Air and Hydraulic Brakes: Similarities and Differences

Written by Godfrey on . Posted in Blog

Many people, including a large proportion of laymen, understand that semitrucks and other large vehicles use air brake systems. However, people don’t always understand how air brakes function, especially in comparison to hydraulic braking systems found on smaller vehicles.

Below is an explanation of air brake and hydraulic brake systems and what you should know about each, including the similarities and differences between the two types.

Hydraulic Braking Systems

In smaller vehicles, including almost all passenger cars and light trucks, hydraulic systems are used to provide braking power. Hydraulic systems utilize liquids to apply force to objects; for example, hydraulics provide the necessary force to raise or lower forklift arms. Brake fluid is the key medium for transferring the force that stops a moving vehicle equipped with hydraulic brakes.

In a car, brake fluid is stored in a reservoir located in the engine compartment. Fluid is drawn into the master cylinder as needed, where it is pushed out into the brake lines whenever force is applied to the brake pedal. In vehicles with power brake systems, a pump provides additional assistance and makes braking action easy and light.

As brake fluid is pushed through the lines, it transfers force to the wheel cylinders located in each wheel. Brake fluid is not compressible, so the wheel cylinders reflect any movement in the master cylinder. Fluid pressing against the wheel cylinder forces brake shoes or pads to engage with the wheel’s drum or rotor, depending on what type of braking mechanism is in place.

Hydraulic braking systems work well with automobiles because the vehicles have relatively light construction and weight. In addition, the minimal amount of room needed for hydraulic systems when compared to air brake components makes hydraulics a popular choice for smaller vehicles.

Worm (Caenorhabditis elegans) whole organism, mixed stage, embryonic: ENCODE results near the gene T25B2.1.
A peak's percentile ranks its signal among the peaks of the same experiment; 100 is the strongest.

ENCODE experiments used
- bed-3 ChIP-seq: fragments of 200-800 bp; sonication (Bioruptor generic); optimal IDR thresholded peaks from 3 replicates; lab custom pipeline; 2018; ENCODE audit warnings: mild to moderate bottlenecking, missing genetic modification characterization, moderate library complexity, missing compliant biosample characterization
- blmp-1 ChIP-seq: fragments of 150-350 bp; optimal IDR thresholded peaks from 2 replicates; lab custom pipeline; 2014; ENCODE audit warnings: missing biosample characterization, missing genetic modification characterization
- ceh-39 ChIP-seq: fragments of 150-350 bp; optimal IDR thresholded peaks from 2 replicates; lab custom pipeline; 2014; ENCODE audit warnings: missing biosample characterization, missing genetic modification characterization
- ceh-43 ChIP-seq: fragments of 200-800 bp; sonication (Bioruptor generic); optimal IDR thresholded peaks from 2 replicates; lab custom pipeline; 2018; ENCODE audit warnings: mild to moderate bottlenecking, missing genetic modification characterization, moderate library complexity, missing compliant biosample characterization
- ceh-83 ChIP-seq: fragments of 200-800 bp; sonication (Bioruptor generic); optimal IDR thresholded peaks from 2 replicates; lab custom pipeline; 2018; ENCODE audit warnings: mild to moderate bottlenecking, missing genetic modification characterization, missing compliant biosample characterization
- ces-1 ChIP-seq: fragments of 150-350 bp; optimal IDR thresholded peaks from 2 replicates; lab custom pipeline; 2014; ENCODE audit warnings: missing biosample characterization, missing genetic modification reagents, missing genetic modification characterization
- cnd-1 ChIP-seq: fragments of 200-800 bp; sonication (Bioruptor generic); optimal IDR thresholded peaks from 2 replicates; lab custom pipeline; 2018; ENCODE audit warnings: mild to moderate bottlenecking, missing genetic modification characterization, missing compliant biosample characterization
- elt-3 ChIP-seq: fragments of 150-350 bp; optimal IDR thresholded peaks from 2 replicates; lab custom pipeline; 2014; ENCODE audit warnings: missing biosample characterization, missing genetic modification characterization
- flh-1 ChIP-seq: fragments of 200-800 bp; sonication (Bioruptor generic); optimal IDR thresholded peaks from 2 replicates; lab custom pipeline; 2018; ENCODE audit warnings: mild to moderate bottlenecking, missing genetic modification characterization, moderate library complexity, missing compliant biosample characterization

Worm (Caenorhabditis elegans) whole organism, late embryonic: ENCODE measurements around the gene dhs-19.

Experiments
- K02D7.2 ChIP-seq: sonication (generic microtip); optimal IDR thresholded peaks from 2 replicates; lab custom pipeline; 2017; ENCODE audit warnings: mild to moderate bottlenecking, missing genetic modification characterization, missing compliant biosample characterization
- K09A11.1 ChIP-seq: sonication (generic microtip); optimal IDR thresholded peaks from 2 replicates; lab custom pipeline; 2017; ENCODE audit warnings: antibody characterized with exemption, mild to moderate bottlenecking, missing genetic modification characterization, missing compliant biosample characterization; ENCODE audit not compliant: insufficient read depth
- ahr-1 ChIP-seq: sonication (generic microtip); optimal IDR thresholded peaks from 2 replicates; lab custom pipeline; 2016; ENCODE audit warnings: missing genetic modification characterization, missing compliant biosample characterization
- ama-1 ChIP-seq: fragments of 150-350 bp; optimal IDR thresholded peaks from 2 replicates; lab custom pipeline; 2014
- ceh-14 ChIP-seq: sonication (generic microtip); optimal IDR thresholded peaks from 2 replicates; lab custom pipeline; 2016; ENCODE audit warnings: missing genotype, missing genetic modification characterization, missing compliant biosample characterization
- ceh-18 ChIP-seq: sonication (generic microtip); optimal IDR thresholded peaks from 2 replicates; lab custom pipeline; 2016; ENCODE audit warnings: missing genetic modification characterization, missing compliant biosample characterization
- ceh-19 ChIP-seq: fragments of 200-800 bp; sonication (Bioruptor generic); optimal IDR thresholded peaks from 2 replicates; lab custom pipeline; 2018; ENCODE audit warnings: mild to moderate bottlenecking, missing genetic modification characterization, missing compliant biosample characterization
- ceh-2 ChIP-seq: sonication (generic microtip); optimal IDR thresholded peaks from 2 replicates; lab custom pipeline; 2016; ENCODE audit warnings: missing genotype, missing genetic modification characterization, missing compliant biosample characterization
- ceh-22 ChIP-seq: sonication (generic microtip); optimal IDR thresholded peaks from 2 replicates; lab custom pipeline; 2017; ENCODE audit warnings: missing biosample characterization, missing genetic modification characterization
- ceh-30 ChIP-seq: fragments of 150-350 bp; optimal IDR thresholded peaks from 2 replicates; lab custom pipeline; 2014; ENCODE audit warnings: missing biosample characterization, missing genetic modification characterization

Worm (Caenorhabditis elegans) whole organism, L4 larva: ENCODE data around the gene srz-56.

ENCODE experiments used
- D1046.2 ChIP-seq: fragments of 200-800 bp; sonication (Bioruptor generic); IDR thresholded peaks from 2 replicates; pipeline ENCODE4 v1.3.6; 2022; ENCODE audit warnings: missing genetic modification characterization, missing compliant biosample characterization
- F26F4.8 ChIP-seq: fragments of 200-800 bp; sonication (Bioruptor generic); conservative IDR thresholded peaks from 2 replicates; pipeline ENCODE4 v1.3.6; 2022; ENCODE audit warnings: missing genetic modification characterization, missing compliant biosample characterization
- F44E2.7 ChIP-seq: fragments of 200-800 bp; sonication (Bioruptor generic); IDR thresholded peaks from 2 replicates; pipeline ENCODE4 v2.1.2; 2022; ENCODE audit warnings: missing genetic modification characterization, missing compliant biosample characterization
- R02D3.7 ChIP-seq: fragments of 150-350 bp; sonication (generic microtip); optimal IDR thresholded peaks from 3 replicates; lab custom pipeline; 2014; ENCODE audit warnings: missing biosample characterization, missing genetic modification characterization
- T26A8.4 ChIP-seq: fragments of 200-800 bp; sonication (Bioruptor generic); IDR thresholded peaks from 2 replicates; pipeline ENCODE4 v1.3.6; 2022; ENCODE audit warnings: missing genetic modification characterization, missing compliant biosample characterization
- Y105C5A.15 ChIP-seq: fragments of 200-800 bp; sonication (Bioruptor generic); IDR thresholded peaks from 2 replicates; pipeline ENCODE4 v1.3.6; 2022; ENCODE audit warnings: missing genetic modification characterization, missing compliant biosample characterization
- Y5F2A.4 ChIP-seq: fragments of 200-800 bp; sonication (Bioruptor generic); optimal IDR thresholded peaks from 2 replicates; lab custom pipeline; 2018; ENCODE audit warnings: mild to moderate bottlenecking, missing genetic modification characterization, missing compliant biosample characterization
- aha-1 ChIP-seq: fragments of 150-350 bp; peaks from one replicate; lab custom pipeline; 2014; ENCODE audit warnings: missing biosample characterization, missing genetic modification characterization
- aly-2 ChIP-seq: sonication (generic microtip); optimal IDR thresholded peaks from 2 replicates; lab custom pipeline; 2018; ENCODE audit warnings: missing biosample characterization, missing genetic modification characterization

However, hydraulic brakes are far from perfect, especially in heavy-duty applications, and air brake systems can help overcome shortfalls.

Air Braking Systems

As opposed to hydraulic braking systems found in light passenger vehicles, air brakes are prevalent in heavy vehicles. For example, tractor trailers, railroad locomotives, buses, and other large vehicles are dependent upon air braking systems.

One reason air brakes are widely used in heavy-duty applications is the need to provide absolute stopping power. Even though the actual braking components at the wheel level — pads, calipers, brake shoes, and rotors — are similar to hydraulic systems, the key difference is in how the power is applied to stop an air brake-equipped vehicle.

To ensure stopping power is always available, air brakes operate as the default status, meaning they are always engaged. Strong springs push the braking mechanisms into position and hold them there until a sufficient amount of air pressure is available to disengage them. Pressure holds the braking mechanisms back away from the wheels and allows for vehicle movement.

That means when the brake pedal is depressed, air brakes function by releasing air from the system and allowing the spring to push the mechanism back into a stopping position. Likewise, whenever the operator lets off the brake pedal in an air brake-controlled vehicle, air pressure builds again and pushes the braking mechanism back out of the way.

Advantages of Air Brakes in Heavy Trucks

The chief advantage of air brakes over hydraulic brakes is their combination of stopping power and inherent safety. As noted above, air brakes are engaged automatically, and deliberate action must be taken to disengage them from their positions.

That provides a huge safety advantage over hydraulic brakes since fluid leaks or other failures in hydraulic breaks mean they will be unable to engage. An air brake failure will cause the mechanisms to engage and cause the vehicle to stop.

Another advantage of air brakes is their strength of stopping power. Hydraulic brakes can be powerful, but their lack of mechanical backing to provide stopping power means they are secondary to air brakes. The springs used to hold down braking mechanisms in an air brake system are superior for halting a moving truck or another large vehicle.

If you have questions about air brakes, be sure to contact Godfrey Brake Service for assistance. We are available to help you with all of your heavy-duty truck service needs.

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